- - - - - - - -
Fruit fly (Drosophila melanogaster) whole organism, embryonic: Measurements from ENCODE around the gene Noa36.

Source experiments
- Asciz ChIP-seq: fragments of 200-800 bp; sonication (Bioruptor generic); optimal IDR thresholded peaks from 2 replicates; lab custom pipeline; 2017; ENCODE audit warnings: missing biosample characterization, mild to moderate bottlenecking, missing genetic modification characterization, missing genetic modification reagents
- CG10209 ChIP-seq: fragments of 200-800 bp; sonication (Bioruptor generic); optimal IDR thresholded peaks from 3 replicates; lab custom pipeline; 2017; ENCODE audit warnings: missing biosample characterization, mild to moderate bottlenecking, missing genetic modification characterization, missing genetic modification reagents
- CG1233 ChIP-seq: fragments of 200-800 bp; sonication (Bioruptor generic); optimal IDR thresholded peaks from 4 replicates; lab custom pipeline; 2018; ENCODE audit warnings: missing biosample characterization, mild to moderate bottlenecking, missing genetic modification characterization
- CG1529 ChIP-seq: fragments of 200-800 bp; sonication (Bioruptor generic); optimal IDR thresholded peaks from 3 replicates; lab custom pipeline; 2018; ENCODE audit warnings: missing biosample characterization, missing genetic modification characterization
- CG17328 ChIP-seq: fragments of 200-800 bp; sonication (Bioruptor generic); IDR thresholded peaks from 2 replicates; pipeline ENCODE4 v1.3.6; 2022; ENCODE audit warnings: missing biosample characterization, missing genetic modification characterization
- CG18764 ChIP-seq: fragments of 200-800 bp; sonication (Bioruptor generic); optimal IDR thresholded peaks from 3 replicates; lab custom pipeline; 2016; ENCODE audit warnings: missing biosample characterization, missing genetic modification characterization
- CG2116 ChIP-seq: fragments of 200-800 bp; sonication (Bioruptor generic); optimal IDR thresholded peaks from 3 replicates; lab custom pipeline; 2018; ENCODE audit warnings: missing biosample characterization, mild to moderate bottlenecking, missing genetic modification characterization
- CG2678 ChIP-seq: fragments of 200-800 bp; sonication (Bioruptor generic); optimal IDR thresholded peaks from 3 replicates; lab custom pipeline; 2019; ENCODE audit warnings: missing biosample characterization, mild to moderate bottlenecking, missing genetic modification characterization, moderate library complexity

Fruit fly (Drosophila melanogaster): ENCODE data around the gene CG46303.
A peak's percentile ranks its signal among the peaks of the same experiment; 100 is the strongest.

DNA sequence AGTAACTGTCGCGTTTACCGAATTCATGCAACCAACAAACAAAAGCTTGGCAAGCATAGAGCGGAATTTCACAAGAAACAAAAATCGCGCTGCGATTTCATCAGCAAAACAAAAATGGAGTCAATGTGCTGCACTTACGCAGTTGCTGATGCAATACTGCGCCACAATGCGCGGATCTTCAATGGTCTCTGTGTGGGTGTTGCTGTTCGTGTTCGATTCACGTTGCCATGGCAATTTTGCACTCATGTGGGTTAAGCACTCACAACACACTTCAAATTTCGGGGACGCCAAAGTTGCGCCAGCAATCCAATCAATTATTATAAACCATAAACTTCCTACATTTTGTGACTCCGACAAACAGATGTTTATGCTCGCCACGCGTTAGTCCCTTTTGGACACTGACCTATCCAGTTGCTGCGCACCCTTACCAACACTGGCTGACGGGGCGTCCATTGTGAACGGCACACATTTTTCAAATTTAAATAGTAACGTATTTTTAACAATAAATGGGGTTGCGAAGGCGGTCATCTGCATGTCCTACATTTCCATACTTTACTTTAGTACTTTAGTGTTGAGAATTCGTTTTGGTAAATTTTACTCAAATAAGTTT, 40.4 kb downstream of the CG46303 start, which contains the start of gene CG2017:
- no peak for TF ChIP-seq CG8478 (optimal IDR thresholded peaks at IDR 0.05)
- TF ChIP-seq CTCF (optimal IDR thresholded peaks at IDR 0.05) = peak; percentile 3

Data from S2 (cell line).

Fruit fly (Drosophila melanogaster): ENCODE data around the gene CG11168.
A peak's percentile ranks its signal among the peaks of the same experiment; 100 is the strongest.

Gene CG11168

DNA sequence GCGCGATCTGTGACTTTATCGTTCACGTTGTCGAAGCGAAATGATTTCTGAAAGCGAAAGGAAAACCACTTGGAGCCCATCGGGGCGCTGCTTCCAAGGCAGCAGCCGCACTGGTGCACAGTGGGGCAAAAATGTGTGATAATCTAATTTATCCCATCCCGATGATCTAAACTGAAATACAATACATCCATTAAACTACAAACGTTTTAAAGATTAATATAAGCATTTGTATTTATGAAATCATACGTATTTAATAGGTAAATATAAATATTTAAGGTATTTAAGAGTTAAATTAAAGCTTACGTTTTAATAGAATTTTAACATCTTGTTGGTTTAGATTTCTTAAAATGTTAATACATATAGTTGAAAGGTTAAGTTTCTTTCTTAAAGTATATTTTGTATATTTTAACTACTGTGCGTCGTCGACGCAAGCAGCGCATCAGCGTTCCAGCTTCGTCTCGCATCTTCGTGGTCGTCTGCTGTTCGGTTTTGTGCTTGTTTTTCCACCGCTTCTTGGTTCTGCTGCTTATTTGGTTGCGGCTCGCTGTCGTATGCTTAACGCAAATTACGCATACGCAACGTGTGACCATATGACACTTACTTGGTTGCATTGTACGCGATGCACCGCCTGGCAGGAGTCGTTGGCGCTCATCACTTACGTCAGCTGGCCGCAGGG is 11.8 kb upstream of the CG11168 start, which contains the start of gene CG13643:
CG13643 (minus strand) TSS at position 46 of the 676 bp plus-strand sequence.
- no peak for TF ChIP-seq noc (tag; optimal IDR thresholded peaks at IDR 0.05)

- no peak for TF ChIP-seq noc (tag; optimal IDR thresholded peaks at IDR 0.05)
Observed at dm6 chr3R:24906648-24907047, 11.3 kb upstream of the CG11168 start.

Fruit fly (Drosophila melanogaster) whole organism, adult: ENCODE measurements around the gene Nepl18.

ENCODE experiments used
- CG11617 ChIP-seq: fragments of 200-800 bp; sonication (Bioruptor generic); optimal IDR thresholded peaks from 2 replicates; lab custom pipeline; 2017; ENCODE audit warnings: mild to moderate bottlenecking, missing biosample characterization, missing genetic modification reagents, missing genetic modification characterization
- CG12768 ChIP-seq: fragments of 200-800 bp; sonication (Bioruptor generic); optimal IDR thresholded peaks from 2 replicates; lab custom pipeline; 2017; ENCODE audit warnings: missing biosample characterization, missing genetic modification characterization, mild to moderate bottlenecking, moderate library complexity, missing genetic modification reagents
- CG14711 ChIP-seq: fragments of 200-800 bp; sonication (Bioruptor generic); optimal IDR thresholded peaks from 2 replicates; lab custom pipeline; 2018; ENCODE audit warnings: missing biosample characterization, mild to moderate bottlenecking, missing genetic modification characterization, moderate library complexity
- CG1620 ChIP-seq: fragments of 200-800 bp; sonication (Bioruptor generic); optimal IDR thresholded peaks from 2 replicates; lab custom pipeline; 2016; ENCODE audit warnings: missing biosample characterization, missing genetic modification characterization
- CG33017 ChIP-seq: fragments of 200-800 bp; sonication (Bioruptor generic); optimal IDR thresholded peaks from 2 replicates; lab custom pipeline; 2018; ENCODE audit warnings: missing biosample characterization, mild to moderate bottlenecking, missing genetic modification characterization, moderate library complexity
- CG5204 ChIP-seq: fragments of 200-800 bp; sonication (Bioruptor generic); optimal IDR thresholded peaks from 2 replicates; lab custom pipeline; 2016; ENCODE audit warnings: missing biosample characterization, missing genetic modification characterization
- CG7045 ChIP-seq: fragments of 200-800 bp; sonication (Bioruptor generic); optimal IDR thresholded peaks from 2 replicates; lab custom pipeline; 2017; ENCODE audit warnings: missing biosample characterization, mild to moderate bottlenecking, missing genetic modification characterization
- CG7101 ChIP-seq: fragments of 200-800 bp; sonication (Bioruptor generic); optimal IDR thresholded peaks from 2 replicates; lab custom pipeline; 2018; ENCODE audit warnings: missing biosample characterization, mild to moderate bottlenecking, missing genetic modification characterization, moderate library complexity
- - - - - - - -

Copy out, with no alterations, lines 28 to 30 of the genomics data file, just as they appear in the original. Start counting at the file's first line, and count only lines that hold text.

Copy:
- CG12768 ChIP-seq: fragments of 200-800 bp; sonication (Bioruptor generic); optimal IDR thresholded peaks from 2 replicates; lab custom pipeline; 2017; ENCODE audit warnings: missing biosample characterization, missing genetic modification characterization, mild to moderate bottlenecking, moderate library complexity, missing genetic modification reagents
- CG14711 ChIP-seq: fragments of 200-800 bp; sonication (Bioruptor generic); optimal IDR thresholded peaks from 2 replicates; lab custom pipeline; 2018; ENCODE audit warnings: missing biosample characterization, mild to moderate bottlenecking, missing genetic modification characterization, moderate library complexity
- CG1620 ChIP-seq: fragments of 200-800 bp; sonication (Bioruptor generic); optimal IDR thresholded peaks from 2 replicates; lab custom pipeline; 2016; ENCODE audit warnings: missing biosample characterization, missing genetic modification characterization